Australian artist WILLIAM MACKINNON reviewed by Alex Weinstein

9 Sep

The Speed of Light: paintings by William Mackinnon.

William Mackinnon’s landscape paintings portray the Australian terrain and the road laid upon it with ebullience, wonder and whispers, perhaps, of terror.

The artist makes paintings you can almost inhabit.

Mackinnon’s vision of the rural parcels around Melbourne captures the vastness of his domain in manners both terrestrial and emotional. But movement and displacement abound in his pictures too, conveying temporal urgency with stunning effect.

In day-lit long-range views of wooded cliffs along the sea, and racy snap shots from nocturnal car rides wrought with dazzling painterly invention and compositional risk, Mackinnon suggests the notion that the extraordinary abounds in the mundane and that the search for a perfect wave is not unlike the struggle to make a perfect work of art.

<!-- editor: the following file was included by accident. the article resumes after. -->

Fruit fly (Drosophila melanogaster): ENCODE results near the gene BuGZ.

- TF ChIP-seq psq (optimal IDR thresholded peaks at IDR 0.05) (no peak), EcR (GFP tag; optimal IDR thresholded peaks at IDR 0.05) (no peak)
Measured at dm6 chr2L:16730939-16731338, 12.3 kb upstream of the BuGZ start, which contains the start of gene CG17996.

WILLIAM MACKINNON, "Crossroads"

WILLIAM MACKINNON, “Crossroads”

In Shoreham, 2013, imposing forests with trees like prison bars occlude the vista of a distant and lonesome cove flecked with hooded surfers, waiting for sets. The effect is both resplendent and chilling. In another work, Crossroads, 2013, headlights illuminate a solitary house, poised inches from a lost highway in an instant of hysterical oddness: this looming ghost house with Christmas lights dangling pell-mell, battered fence posts and a sad, leaning tree, all coming into garish focus across the windshield of the car you, the viewer, are driving. Conflicting, loaded messages abound here: is this a place to rest? Is this a place to die? Menace and welcome in equal measure; light and darkness showing and obscuring in equal measure.